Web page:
Sovereignty

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International Relations Essay- Humanitarian Intervention.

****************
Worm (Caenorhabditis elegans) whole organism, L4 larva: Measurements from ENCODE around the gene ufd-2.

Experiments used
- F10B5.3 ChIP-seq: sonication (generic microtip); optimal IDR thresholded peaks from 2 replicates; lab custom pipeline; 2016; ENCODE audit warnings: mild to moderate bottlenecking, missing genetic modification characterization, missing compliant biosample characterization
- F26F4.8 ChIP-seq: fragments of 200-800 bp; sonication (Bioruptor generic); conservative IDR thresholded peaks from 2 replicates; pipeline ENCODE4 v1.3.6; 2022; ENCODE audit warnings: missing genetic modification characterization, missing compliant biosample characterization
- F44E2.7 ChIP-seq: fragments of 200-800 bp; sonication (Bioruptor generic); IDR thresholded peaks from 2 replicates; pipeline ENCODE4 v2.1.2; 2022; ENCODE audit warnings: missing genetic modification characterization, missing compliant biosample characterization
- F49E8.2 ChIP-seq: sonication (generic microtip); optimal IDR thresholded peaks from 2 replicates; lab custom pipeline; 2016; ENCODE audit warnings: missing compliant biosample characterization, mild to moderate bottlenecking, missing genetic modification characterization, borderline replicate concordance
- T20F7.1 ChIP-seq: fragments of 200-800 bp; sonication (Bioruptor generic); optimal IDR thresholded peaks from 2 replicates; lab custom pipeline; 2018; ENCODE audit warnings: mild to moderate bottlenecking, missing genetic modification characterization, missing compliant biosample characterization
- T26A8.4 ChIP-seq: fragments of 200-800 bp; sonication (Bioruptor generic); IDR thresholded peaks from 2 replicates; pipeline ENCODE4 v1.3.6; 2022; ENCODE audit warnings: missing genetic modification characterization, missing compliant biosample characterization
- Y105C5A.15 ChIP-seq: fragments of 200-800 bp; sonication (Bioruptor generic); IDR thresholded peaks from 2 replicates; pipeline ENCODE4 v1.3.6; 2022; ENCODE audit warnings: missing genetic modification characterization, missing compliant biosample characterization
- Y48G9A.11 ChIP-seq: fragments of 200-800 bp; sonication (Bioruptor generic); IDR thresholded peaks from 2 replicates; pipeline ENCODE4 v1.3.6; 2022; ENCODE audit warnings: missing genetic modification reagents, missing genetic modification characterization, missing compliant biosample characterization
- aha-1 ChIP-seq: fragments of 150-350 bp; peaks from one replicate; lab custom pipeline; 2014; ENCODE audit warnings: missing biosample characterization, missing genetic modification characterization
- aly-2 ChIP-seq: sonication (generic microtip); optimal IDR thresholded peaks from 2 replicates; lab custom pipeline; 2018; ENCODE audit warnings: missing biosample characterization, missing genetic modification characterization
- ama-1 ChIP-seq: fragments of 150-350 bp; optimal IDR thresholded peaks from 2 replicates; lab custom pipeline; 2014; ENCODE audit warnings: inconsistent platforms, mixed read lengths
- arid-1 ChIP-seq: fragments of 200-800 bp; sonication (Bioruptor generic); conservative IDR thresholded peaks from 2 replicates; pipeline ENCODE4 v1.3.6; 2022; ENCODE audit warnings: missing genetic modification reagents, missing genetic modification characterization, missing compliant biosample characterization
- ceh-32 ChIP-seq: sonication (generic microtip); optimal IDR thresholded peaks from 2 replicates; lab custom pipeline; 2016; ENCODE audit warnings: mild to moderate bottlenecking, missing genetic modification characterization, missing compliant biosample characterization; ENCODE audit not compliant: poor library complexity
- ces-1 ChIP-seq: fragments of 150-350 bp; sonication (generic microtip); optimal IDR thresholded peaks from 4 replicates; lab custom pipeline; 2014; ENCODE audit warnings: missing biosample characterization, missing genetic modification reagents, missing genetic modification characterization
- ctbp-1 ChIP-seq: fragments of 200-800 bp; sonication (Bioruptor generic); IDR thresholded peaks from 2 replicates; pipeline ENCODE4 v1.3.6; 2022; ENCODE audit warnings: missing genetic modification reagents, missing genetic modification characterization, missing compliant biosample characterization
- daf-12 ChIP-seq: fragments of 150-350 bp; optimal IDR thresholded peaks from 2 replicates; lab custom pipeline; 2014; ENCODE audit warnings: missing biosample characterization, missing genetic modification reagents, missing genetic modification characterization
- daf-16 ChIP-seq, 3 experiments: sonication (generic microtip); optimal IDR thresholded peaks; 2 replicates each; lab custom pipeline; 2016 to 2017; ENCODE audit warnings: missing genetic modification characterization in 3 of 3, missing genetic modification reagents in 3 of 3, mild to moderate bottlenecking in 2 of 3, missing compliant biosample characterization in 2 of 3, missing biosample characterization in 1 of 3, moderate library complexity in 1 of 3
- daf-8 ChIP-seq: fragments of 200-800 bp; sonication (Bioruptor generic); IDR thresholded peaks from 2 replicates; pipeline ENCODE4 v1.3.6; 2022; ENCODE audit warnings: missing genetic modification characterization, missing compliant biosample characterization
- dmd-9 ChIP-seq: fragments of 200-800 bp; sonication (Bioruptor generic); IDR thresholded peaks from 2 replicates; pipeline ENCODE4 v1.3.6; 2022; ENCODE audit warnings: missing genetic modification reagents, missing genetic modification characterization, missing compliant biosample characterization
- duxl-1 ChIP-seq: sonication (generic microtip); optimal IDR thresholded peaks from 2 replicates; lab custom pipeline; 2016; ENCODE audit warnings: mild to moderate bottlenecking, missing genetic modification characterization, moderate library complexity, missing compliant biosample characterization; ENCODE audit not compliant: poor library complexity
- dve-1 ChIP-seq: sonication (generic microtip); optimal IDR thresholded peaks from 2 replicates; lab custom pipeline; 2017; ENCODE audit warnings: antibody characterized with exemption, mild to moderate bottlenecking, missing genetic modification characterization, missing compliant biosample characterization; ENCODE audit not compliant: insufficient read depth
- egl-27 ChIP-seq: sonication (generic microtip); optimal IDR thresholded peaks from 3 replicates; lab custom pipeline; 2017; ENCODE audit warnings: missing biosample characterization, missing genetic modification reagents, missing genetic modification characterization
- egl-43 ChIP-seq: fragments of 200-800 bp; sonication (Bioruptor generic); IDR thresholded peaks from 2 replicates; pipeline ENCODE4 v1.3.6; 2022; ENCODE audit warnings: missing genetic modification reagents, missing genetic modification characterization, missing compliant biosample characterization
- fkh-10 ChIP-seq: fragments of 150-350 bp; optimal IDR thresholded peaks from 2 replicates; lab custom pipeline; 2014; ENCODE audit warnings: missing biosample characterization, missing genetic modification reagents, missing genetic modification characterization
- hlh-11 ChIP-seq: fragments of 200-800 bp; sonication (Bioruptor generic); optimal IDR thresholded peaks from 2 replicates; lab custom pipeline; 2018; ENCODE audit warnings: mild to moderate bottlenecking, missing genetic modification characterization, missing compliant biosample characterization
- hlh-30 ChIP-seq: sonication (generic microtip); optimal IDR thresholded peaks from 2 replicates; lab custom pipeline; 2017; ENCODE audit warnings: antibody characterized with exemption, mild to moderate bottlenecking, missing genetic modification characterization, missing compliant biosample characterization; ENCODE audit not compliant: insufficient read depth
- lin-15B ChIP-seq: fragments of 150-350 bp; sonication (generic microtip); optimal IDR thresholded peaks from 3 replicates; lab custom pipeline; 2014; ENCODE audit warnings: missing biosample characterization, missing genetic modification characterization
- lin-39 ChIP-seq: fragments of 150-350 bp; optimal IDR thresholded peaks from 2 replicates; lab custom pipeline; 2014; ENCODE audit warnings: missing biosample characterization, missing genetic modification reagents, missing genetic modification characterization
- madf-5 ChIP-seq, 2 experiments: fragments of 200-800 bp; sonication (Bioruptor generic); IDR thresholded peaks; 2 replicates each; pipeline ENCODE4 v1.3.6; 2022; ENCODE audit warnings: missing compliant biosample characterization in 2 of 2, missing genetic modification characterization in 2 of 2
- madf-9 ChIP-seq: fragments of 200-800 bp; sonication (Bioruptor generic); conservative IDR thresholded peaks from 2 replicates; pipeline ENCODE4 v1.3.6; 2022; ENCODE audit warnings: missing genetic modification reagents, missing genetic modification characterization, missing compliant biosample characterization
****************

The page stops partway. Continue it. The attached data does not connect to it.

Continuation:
This essay will examine S Neil Macfarlane et al’s article entitled “The Responsibility to Protect: is anyone interested in humanitarian intervention?” The essay will specifically answer if the Mcfarlane essay supports the case that humanitarian intervention is indeed an unaccepted assault on sovereignty. In answering such a question one must first consider each part of the question as a separate clause. Once they are distinguished and defined the link between each of them will be identified. The relationship between the two is also closely linked to International relations and each of them are experienced in different aspects all over the world as well as in different organisations. This essay will examine the arguments in relation to Humanitarian intervention by different organisations and ideologies. These arguments are listed in the Macfarlane et al essay and throughout their discussion of the arguments it can be deciphered whether or not they support the idea that Humanitarian intervention is an assault on sovereignty. This shall also be assessed through the examination of the ideas and references that are noted in the essay. The connection between humanitarian intervention and sovereignty is closely linked to the unfortunate events of September eleventh 2001; this is also examined throughout Macfarlane’s article. It regards the responsibility to protect after the incident and also the war against Iraq. (S Macfarlane, 2004, p. 978) Humanitarian Intervention is the states use of military force against another state when the chief publicly declared aim of that military action is ending human rights violations being perpetrated by the state which it is directed. Armed humanitarian intervention or the use of military force to protect the fundamental rights of another citizen has become increasingly prominent in debates about the role of ethics in international affairs. Sovereignty is the concept of supreme power or authority. In the ethical debates regarding humanitarian intervention the ethical objections focus on two objections in particular, these objections which are- the violation of national sovereignty and the use of armed force with the concomitant loss of life and human suffering entailed. (Atack, 2002, p. 1). It was the UN Secretary General Kofi Annan who issued the question that is at challenge in this essay- whether or not humanitarian intervention is an unacceptable assault on Sovereignty. He also asked how we should respond to Rwanda and Srebrenica- to gross and systematic violations of human rights that offend every concept of our common humanity. The Canadian Government then created the International Commission on Intervention and State Sovereignty (ICISS). The commission’s report argued that the relationship between sovereignty and humanitarian intervention was complimentary rather that contradictory. They stated that sovereignty was conceived as a conditional right dependent upon respect for a minimum standard of human rights and upon each state’s honouring its obligation to protect its citizens. They continued to argue that if the states were not able or willing to protect them then the responsibility would then be have to be borne by the international community of states. In the opening lines of the ICISS report which was building on the early work of Francis M Deng, the report states- “states sovereignty implies responsibility, and the primary responsibility for the protection of its people lies with the state itself. Where a population is suffering serious harm, as a result of internal war, insurgency, repression or state failure, and the state in question in unwilling or unable to halt or avert it, the principle of non-intervention yields to the international responsibility to protect.” (S Macfarlane, 2004, p. 978) The prime goal of intervention which has been undertaken with increasing frequency the past decade is to protect the...
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